6. 6. the interception of a Gaza-bound flotilla on May 31 in which nine Turkish nationals were killed. Germany traditionally has been a strong supporter of Israel, and the current German Chancellor, Angela Merkel, has upheld that support. She initiated the first Cabinet exchange with Israel in 2008. Indeed, criticism by the Bundestag was “unprecedented” and, perhaps it is a too fine a point to mention that the resolution was not a “government” resolution but one passed in the legislature. Maybe that difference doesn’t make a difference but it was not initiated by the Chancellor. That does make a difference. FUNDING THE JEWISH SEMINARIES IN GERMANY: A BOO-BOO The German Interior Ministry through which funds for rabbinical seminaries are funneled made a pretty bad “boo-boo” last week – and then had to backtrack. Haaretz first reported, “In a week that has seen German headlines dominated by the theme of Muslim integration, a split has also emerged between the government and the country's Orthodox Jews. Behind the dispute is a demand by the Berlin Orthodox Rabbinical Seminary for an increase in state funds to match financing granted to Liberal Jewish Rabbis. Founded in 1873, the Orthodox seminary survived in the German capital until 1938, when it was shut down by the Nazis. For nearly seven decades, Orthodox rabbis could not qualify in Berlin – until studies began again in 2005, with the seminary officially reopening in 2009, ordaining its first two rabbis the same year. Since its reestablishment, the seminary has been funded by donations through the Central Council of Jews in Germany and private donors through the Ronald S. Lauder Foundation, a charity. But now the seminary is demanding state budget allocations along the lines of those granted to its Liberal counterparts and has threatened to shut unless the government supplies the money. The previous interior minister, Wolfgang Schäuble, had publicly praised the seminary, calling it a vital contribution to the renewal of Jewish society in Germany. But his successor, Thomas de Maizière – who this week cancelled a planned trip to Israel – has been hostile. Haaretz has seen a series of letters exchanged between Maizière and Rabbi Josh Spinner, the seminary's U.S.-born chairman, in which the government firmly 6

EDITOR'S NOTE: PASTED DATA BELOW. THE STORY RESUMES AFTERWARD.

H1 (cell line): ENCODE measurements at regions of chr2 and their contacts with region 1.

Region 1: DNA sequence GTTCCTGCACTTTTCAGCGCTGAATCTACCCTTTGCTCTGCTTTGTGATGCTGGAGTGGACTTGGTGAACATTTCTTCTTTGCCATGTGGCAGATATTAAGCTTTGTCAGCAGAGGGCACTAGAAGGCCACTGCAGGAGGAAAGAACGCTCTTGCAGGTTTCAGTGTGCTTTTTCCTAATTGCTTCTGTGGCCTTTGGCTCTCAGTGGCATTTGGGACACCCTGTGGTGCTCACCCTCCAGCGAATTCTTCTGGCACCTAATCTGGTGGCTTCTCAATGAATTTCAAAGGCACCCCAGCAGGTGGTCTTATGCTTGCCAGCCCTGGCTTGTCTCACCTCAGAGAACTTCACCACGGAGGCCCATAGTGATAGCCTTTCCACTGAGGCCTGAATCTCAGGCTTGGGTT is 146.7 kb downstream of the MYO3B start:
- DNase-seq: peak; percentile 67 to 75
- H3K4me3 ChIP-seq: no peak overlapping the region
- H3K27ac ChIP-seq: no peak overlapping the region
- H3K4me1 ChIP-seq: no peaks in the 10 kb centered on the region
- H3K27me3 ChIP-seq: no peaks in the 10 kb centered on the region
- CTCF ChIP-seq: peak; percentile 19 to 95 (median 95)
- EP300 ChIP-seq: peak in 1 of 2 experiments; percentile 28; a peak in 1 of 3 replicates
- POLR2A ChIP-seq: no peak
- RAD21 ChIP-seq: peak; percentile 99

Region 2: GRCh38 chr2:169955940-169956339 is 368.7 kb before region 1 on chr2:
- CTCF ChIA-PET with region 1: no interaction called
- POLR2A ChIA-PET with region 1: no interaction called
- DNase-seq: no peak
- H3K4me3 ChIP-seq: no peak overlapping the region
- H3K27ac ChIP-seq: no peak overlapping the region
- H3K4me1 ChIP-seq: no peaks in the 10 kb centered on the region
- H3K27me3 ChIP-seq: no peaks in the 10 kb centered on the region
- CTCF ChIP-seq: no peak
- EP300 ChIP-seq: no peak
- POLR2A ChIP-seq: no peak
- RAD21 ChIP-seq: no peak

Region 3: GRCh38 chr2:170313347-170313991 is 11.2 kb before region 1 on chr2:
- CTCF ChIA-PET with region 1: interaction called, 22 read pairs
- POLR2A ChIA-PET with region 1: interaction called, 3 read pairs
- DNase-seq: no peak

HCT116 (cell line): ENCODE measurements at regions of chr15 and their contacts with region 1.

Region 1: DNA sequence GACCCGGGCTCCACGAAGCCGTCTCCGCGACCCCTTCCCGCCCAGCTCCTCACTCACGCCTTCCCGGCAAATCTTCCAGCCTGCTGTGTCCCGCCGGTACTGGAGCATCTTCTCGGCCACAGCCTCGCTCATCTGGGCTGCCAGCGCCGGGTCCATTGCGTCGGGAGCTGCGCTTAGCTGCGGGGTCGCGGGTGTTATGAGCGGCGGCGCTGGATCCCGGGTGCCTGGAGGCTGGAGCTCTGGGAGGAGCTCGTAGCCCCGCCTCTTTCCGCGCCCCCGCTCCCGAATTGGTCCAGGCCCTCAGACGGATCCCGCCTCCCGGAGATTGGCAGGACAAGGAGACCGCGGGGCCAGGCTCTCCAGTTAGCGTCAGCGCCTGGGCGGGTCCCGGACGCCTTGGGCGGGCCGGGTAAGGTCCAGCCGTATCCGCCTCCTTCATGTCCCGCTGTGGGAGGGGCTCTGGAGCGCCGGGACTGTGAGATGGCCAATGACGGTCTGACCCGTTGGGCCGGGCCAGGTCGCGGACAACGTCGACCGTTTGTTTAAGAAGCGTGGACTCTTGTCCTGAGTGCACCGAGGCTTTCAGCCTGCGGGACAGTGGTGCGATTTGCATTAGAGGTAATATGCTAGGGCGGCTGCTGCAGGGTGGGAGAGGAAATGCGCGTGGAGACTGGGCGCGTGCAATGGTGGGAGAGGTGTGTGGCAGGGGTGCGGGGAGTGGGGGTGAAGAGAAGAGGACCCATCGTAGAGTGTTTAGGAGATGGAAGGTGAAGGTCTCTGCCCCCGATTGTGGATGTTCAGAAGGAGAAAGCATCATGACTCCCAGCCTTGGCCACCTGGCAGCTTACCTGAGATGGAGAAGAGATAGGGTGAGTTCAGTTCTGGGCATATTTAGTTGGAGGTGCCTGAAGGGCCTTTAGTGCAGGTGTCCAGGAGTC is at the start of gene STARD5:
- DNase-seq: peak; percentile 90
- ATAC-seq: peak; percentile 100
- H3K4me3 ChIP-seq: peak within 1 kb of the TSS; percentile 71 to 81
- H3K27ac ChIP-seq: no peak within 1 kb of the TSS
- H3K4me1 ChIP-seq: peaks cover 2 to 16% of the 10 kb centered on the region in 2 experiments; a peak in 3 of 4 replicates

7. 7. refused funding, citing limited budgets, already strained by contributions to the Liberal seminary, as well as the Jewish Studies faculty at Heidelberg University. Berlin's Orthodox rabbis are furious, claiming the government is discriminating against them in favor of more assimilated Jews. "This dispute reveals the true attitude of the German authorities toward Jews," one of the seminary's rabbis said. "The Germans are prepared to finance Jewish educational institutions as long as the Jews are Liberal, look like them, define themselves as Germans first and Jews second." Maizière's reference to Heidelberg caused particular anger, as the Jewish studies faculty there is a secular institution, not a theological college. "Anyone seeking ordination as a rabbi needs to fly to the U.K. or the U.S. to train there," the Berlin rabbi said. And the rabbis' claims of discrimination my have a basis in law, says Benjamin Ladiges, a Berlin lawyer. "The state has no right to chose one seminary over another," he told Haaretz. "The Basic Law [Germany's constitution] dictates that as soon as one religious institution gains funding, others of a different denomination are entitled to the same support." A day or two later The Jerusalem Post reported, “Germany's Interior Ministry says it is considering options on funding an Orthodox rabbinical seminary. Ministry spokesman Hendrik Lorges told JTA on Monday that the request for funding by the Rabbiner Seminar zu Berlin has been the subject of ongoing talks between his ministry and the Central Council of Jews in Germany. Stephan Kramer, the council's secretary general, confirmed that he had spoken with ministry officials. Kramer urged a solution that would channel funds for both seminaries through the nonpartisan Jewish umbrella organization he directs.” I like Kramer’s idea in general (funding for both) but I wonder if giving the funding power to the Zentralrat will not cause another whole set of problems. For instance, who in the Z-rat will decide on who gets what? Doesn’t lifting the direct funding to each individual institution lessen their importance? I myself am in favor of anything that enhances the development of Jewish infrastructure. It’s not as if there are a million German speaking rabbis, Reform or Orthodox, who are willing to take up pulpits or teaching positions in Germany. There are about 50 rabbis for 100 pulpits. Maybe Germany is short of budget but when it comes to the ordination of rabbis in Germany, one would think that more 7